I recently got to work on something quite unusaul, the Eric Engineering model 357 hi-fidelity tuner. Built by obscure outfit Eric Engineering in Santa Monica, CA in 1961, there’s relatively little known about these units. It’s a fairly simple ratio-detector mono FM tuner with a dual mono audio output but no MPX output. The no-frills control panel offers only an on-off switch and tuning knob connected to the dial pointer.
No schematics are available for these units, but fortunately they’re pretty straightforward, and this one came to the shop in good shape. It wasn’t receiving anything, though – time to pull it apart.
It uses five tubes, 12AV7, ECC85, ECC85, 6AU6, 6AL5, and a selenium rectifier.
I replaced the selenium rectifier with a terminal strip and silicon diode, and relocated the three capacitors and their associated dropping resistors to the new strip. The power supply used a 3-stage RC Pi filter with B+ being finally taken off the third filter cap.
I also replaced the Bumblebee line-to-ground capacitor with an X1Y2-rated safety cap, the ratio detector electrolytic (which in this case was most likely responsible for the lack of audio output), the output capacitor, and both dial lamps:
Finally, it was time for an alignment. The Sencore SG80 AM/FM Stereo Analyzer comes in handy for that. This design used both a ratio detector, and I believe lacked a limiter on the FM, so it’s a bit more sensitive to variations in the received signal strength than some other designs, and a ratio detector offers lower fidelity than a full discriminator, so an alignment was a must to get the most out of the tuner.
The best way to align an FM receiver like this is through distortion analysis which shows precisely how well the radio is working at converting the RF into audio. By bringing the front end into alignment by adjusting the oscillator for best tracking (which can also be measured through distortion), then work through the IF chain starting at the input to the discriminator or ratio detector. Adjust each element for lowest distortion, then move and repeat for the next stage back.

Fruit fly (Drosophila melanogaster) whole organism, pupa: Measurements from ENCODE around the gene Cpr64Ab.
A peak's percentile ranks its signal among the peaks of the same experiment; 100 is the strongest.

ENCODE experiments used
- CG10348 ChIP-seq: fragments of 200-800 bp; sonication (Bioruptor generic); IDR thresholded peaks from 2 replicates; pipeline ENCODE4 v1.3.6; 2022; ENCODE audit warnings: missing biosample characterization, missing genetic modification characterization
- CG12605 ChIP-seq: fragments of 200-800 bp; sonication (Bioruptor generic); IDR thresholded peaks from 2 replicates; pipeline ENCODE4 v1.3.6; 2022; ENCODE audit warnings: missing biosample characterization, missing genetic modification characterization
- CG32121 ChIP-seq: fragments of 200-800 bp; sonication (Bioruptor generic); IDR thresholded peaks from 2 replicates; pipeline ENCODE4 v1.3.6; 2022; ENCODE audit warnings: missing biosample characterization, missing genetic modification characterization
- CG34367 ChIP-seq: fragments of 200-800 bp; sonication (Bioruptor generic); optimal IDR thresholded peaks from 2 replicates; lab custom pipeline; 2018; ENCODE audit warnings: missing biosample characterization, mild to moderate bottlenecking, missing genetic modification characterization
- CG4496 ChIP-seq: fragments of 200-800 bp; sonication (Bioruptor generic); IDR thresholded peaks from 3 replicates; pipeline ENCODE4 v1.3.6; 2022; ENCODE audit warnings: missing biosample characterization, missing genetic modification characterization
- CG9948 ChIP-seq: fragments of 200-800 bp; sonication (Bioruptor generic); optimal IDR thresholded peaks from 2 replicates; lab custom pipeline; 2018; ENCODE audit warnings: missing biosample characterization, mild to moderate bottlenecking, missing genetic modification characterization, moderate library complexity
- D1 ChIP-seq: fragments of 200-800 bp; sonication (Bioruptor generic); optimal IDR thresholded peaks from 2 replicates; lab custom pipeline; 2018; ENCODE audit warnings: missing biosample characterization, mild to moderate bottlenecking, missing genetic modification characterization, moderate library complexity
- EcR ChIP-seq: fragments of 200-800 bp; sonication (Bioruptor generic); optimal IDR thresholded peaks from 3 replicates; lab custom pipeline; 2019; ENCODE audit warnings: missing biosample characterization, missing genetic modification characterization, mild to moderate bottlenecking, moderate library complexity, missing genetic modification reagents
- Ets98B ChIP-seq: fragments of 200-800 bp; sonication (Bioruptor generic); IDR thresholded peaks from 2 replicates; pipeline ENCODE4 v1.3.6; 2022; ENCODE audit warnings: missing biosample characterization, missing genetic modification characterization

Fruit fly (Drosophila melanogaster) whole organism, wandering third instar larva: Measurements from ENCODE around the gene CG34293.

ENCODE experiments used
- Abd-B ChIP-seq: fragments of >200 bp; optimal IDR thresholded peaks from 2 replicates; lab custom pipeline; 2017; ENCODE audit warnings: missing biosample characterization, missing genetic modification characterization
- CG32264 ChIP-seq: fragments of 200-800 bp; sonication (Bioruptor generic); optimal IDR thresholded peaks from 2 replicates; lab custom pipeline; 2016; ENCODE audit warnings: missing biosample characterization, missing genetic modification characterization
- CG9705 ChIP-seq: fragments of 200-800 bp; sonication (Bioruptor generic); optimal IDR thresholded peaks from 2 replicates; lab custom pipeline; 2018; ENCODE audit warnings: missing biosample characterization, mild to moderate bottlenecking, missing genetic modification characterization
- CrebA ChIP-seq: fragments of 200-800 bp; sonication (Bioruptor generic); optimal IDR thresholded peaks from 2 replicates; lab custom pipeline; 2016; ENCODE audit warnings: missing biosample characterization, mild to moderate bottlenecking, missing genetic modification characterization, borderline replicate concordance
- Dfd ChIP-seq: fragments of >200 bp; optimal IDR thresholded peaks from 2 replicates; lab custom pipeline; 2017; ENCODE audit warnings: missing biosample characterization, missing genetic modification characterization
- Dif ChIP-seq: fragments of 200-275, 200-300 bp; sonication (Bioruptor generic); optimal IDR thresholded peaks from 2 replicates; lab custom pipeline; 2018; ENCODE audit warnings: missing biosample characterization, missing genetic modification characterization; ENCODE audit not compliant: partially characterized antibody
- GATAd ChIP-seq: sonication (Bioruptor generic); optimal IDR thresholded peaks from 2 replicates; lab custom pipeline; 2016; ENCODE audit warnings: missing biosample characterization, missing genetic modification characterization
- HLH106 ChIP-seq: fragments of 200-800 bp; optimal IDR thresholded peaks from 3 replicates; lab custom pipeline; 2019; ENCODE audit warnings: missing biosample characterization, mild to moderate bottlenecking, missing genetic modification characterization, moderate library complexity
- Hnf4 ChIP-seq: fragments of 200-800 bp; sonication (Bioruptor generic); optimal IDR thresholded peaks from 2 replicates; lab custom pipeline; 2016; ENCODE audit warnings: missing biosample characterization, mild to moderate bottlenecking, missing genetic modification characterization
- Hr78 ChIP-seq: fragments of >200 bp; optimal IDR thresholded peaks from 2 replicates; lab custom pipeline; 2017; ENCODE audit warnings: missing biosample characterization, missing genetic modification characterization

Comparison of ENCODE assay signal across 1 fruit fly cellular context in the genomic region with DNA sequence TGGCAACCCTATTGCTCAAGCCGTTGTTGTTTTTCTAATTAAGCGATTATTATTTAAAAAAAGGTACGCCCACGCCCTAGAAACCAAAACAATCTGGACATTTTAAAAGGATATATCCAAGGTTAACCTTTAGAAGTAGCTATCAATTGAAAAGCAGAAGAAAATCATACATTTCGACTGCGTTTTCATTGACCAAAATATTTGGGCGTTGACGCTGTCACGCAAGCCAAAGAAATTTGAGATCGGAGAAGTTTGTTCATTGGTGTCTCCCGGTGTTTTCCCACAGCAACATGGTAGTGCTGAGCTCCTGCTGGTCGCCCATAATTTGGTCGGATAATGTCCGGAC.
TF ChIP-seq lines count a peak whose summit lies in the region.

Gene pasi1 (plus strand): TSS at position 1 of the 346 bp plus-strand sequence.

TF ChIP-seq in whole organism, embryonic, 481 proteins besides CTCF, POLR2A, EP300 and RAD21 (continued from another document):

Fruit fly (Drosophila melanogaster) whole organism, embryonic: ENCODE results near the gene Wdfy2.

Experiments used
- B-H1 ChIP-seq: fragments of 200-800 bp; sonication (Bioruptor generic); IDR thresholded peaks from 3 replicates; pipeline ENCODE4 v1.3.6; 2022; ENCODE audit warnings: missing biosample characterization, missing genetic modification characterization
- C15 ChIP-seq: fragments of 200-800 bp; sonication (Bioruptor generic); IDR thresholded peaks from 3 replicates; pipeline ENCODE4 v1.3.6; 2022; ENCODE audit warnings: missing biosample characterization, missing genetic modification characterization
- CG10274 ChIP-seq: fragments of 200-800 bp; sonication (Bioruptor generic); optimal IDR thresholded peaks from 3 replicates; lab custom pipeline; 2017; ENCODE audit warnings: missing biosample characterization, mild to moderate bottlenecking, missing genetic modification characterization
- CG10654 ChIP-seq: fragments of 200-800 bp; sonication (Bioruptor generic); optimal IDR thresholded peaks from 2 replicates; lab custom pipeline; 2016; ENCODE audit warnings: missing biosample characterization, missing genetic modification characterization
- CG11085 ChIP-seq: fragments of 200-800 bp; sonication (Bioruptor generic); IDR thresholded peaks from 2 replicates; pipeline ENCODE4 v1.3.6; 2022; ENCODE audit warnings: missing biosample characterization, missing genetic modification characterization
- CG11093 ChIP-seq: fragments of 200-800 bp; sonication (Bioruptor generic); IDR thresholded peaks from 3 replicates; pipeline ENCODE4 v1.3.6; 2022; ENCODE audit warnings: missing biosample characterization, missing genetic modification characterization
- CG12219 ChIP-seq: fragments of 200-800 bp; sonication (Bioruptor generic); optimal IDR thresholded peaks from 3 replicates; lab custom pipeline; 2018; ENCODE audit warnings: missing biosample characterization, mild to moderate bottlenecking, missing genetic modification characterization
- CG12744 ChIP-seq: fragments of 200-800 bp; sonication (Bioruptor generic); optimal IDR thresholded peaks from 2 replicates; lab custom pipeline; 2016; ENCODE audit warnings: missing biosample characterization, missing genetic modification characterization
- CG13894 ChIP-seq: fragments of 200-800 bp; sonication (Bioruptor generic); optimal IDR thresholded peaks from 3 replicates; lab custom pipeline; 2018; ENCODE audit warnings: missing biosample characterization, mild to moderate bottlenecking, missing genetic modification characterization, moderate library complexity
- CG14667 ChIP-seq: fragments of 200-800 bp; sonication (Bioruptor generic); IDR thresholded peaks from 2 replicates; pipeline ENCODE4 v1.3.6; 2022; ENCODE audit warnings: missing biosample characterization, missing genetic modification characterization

The alignment had drifted with age, while on station the dial was mis-aligned and it was receiving with excess distortion.
The oscillator adjust is a variable core near the front of the radio:
Then the antenna pre-selector:
But it only significantly cleaned up with adjustments to the IF chain:
There we go! Finally settled at 0.029% THD, which is quite respectable.
It peaked up very nicely! Ratio detector FM was more of a budget design but it still manages to sound quite good.
Another one of these obscure FM tuners saved! If your tube gear needs fixed, Rain City Audio can help.
Great job. Since it doesn’t have and RF, How sensitive was it?
About as good as you’d expect…it had real trouble picking up the local NPR station, a high school station, and one of the rock stations that broadcasts from a tower on the outskirts of the city, which are never a problem with tuners with a gain stage in front. It’s still fun, though.
About what I would expect. Reminds me of some of the early Tube AM-FM Table Radios with the same problem. Dave